What is Digiscoping?

Digiscoping is a photography technique of using some form of digital camera with a spotting scope or a pair of binoculars to take pictures. Ten years ago it was popular with birders who didn't want to take huge cameras out in the field, but wanted a chance to document a life bird or rarity by lining up a point and shoot camera with their scope. Point and shoot cameras were inexpensive, could fit in a jacket pocket and were great for taking photos of your friends and landscape as well as snapping a few photos with your spotting scope.

From there, some digiscopers gravitated to using digital SLR cameras along with a spotting scope to get fantastic shots of birds. Spotting scope companies started making adapters to get something like a Nikon D40 with a 50mm lens to work the eyepiece of the spotting scope. Allowing you to still look at birds and wildlife through the scope but to also take pictures of what you saw. You use the scope for the zoom and the focus. Digital SLRs are more expensive and require a little bit more camera knowledge than point and cameras, but once you figured out the settings, the possibilities were endless--especially when SLRs started to add the ability to take HD video! Though this photography technique can get you great wildlife shots, it's primarily for people who are wildlife watchers first and photographers second.

I currently use a Nikon V1 with various adapters and my iPhone 5s with my Swarovski ATX scope for digiscoping the images you see me post on this page and on social media. Here are some of the adapters I'm using:

This is my Nikon V1 with the Swarovski TLS APO adapter. 

This is my Nikon V1 with the Swarovski TLS APO adapter. 

I really like the easy way the Swarovski TLS APO adapter slides over my scope eye piece to make it easy to set up for photos. Because the adapter has a lens inside it that this optimized to work with the scope eyepiece, you don't need a lens on the Nikon V1...however, Nikon is not thrilled that you are using their camera body with another company's lens for photography so in order to get the camera body to recognize the adapter and take a picture...you have to purchase a bit of plastic from Nikon that has electronics in it and tells the camera body that it is ok to work with this adapter.  Well played, Nikon, well played. 

It's aluminum so it's study and lightweight. It also makes a cool sound like a sword coming out of a scabbard when you take it off the scope eyepiece.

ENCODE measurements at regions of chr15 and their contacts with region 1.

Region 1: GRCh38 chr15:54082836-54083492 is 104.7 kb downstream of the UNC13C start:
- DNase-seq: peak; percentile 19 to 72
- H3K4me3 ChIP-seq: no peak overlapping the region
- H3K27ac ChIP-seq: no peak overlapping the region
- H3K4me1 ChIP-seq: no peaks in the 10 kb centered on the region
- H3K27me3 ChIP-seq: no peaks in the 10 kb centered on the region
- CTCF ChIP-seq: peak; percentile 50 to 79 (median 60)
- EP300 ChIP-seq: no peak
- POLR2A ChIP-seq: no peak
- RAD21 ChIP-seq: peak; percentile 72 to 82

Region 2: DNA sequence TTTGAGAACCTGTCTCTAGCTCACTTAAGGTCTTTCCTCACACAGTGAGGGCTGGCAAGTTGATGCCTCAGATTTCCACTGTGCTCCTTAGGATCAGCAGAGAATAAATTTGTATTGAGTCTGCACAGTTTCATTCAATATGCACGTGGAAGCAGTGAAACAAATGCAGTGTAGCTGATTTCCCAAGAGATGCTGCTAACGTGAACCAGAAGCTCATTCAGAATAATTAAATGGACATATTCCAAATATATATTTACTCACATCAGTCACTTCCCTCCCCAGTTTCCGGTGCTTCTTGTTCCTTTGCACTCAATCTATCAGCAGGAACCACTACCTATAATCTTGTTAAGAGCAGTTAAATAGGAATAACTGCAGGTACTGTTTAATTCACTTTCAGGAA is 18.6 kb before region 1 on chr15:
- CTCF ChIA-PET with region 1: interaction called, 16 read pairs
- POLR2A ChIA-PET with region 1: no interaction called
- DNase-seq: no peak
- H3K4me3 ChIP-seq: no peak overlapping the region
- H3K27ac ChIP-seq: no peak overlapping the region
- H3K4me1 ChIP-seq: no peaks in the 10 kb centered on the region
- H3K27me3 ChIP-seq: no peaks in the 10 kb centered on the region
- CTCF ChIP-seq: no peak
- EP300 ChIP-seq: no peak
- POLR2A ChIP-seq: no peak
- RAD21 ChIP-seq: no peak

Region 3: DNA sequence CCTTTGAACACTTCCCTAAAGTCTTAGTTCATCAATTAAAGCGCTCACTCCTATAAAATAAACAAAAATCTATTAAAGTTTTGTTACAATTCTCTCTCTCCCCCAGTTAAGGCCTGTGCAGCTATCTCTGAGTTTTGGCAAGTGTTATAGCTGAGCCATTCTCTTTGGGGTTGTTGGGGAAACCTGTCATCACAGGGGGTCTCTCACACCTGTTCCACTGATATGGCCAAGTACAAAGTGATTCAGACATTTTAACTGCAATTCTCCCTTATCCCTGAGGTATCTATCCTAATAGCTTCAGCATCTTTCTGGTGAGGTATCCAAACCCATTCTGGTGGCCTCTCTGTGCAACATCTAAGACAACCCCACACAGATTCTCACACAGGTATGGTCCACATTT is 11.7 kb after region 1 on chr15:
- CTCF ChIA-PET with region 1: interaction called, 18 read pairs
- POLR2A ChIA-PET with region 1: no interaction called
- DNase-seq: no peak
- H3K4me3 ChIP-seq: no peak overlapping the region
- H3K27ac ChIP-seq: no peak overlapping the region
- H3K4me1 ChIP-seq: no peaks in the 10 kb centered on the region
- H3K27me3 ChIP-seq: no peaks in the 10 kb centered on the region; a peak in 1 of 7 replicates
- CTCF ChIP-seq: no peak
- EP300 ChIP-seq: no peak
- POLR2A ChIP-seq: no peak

Digiscoped American bittern digiscoped with Swarovski ATX 85mm spotting scope, with TLS APO adapter and Nikon V1 camera.

Digiscoped American bittern digiscoped with Swarovski ATX 85mm spotting scope, with TLS APO adapter and Nikon V1 camera.

This is the Digidapter and my Nikon V1 on my Swarovski ATX spotting scope.

This is the Digidapter and my Nikon V1 on my Swarovski ATX spotting scope.

Another adapter I've played around with is the Digidapter is a sturdy aluminum camera adapter which works with many different cameras and quite a few spotting scopes. It slides easily over the eyepiece of my ATX, I like how the red screws act as a marker so you always know where to attach your camera. 

Tufted titmouse digsscoped with Swarovski ATX, Digidapter and Nikon V1.

Tufted titmouse digsscoped with Swarovski ATX, Digidapter and Nikon V1.

I also use the Swarovski i5 adapter for the iPhone 5s with my ATX scope.

I also use the Swarovski i5 adapter for the iPhone 5s with my ATX scope.

The camera I use the most these days is my iPhone 5s because it's light and compact and does really well in low light conditions. This adapter is super easy to use and works as a case on your phone. Swarovski currently only makes this for the 5s so if you have a different type of phone then I recommend you check out PhoneSkope. The site asks you what type of phone your have and what type of scope and then comes up with an adapter system for you. Rumor has it that if you give the code Birdchick13 you get a discount as well. 

Yellow-bellied sapsucker digiscoped with Swarovski ATX 85mm spotting scope, i5 adapter and iPhone 5s.

Yellow-bellied sapsucker digiscoped with Swarovski ATX 85mm spotting scope, i5 adapter and iPhone 5s.

Here are some more digiscoped images taken with either camera. Click the photo to see the next one in the gallery:

Now, smart phones have changed everything. With a little practice, it's easy enough to handhold your phone up to your spotting scope, however, companies like PhoneSkope (if you use Birdchick13 you can get a discount when you order), Swarovski Optik, Meopta and others make cases for smart phones that will attach them to spotting scopes. When you consider that you can have maps, field guides, bird natural history and more on a smartphone, they are fantastic tools to have in the field to document life birds and rarities. Here's a quick video tutorial on how to handhold and iPhone to get a shot. Keep in mind that the sun had already set when I took this video. iPhones in particular work very well in low light conditions (though a good quality scope like a Swarovski helps too):